UK-based global travel services expert Collinson has found that more than four-fifths of business travelers in the UAE and Saudi Arabia have seen their job affected in some way by a lack of cross-border business travel, with nearly one-third specifically stating that they feel unable to do their job effectively.
It is widely assumed that business travel recovery will be slower than leisure travel recovery because businesses continued to operate during the pandemic without travel.
These new findings highlight the economic importance of cross-border business travel for the GCC, as one-third of business travelers in the UAE and KSA reporting that being unable to travel for business has made them less productive.
According to the survey results, while most business meetings are now held digitally via video call, there is a growing need and desire among a large number of business travelers to resume travel.
Before the pandemic, 31 percent of UAE business travelers expressed concern about the impact of business travel on their mental health, while 42 percent said it had increased their stress levels. According to research conducted during the pandemic, these feelings have intensified, and these areas will now be more critical for businesses and the travel industry to focus on.
80 percent of business travelers in Saudi Arabia and 76 percent in the UAE say they will prioritize their mental health more when traveling in the future than they did before the pandemic. As businesses consider restarting cross-border travel, the challenge remains in making sure employees don’t feel it comes at a cost to their physical and mental health.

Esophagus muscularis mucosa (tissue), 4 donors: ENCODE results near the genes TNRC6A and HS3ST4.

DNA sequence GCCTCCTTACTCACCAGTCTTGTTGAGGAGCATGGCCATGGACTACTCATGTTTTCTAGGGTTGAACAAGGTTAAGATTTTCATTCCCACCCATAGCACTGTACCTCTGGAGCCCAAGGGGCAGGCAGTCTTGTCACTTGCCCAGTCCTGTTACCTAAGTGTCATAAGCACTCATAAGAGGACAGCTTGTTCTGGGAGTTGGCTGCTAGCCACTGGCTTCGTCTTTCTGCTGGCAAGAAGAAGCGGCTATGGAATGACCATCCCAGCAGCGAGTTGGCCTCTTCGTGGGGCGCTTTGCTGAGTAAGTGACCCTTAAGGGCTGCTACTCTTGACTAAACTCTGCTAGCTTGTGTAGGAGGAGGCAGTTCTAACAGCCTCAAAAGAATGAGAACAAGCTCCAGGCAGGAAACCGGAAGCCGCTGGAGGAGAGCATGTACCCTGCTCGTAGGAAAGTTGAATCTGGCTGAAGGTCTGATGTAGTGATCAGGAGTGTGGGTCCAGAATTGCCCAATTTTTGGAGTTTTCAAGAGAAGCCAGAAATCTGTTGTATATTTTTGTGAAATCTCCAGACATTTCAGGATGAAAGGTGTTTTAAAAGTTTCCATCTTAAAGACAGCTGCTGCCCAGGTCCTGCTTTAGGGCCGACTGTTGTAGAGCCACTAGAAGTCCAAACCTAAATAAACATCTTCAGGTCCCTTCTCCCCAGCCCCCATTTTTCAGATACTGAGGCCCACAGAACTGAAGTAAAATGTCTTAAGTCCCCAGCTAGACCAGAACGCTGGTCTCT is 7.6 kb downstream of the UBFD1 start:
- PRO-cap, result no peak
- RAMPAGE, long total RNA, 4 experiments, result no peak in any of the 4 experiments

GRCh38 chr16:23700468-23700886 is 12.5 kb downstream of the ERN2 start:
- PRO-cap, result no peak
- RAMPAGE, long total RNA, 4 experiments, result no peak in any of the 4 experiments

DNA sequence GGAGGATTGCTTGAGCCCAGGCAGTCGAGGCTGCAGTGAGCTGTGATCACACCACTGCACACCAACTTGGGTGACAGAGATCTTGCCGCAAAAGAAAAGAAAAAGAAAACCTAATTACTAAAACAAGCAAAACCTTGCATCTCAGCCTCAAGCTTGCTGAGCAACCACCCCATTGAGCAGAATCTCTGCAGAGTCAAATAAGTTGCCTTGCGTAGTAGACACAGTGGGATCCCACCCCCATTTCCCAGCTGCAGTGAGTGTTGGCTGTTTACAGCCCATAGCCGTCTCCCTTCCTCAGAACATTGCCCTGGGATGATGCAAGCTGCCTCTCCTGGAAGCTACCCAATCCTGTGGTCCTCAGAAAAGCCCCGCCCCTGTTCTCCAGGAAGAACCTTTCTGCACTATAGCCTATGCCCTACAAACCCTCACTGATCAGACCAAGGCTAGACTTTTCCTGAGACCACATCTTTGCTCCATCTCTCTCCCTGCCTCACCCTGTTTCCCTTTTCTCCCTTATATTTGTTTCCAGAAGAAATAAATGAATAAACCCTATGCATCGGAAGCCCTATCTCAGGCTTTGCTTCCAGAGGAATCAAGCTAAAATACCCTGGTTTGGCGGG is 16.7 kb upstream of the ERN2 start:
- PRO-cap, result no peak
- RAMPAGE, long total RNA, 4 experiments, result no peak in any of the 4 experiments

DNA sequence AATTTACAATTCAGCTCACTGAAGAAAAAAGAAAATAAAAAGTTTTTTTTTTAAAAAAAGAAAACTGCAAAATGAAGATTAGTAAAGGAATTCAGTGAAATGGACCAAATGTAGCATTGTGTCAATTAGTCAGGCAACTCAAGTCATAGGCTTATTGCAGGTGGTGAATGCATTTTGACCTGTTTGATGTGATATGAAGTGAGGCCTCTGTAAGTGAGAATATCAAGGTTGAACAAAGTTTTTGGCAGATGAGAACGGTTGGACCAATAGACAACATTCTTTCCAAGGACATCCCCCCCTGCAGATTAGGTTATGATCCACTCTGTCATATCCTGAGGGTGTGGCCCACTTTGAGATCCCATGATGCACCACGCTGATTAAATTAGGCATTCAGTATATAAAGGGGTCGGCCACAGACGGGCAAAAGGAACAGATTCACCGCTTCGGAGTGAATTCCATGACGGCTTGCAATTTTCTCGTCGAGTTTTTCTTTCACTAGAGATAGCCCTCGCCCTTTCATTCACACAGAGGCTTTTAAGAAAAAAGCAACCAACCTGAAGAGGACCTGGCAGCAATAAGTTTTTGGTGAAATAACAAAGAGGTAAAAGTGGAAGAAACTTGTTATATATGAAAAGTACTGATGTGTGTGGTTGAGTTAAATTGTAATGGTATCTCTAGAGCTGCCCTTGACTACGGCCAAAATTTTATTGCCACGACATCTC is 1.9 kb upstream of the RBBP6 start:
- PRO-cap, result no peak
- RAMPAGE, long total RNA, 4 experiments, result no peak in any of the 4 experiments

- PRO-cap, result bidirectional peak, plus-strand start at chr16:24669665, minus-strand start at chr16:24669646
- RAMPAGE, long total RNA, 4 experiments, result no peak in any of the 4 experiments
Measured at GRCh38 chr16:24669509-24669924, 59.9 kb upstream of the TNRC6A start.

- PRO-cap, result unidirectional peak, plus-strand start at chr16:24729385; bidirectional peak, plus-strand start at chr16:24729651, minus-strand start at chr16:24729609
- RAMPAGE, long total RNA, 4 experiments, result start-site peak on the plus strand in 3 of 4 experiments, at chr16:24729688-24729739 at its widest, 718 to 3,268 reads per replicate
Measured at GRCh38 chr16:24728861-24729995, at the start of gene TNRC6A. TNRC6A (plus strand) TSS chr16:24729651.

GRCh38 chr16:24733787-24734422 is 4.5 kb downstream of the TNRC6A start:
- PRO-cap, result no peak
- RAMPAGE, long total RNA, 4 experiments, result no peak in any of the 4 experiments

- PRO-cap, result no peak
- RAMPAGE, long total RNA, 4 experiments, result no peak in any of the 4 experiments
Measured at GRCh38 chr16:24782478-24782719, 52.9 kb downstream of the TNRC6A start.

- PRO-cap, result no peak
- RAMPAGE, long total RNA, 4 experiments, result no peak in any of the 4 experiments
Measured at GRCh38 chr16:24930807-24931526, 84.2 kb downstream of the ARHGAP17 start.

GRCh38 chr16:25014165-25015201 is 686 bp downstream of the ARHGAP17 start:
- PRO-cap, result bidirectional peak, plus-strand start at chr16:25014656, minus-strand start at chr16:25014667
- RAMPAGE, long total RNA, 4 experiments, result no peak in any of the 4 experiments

However, more than half of UAE (57 percent) and KSA (55 percent) business travelers polled in the pre-pandemic survey said their employer expected them to prioritize keeping travel costs low over their own well-being and safety. In addition, before the pandemic, only 25 percent of UAE and 20 percent of KSA business travelers, were certain that their employer provided a travel risk management (TRM) program and knew how to use it.
“Getting business travel back on the road is going to require a strong focus on ensuring that employees’ wellbeing is prioritized and that there is not just adequate support in place, but that employees clearly understand what is available,” as per the study.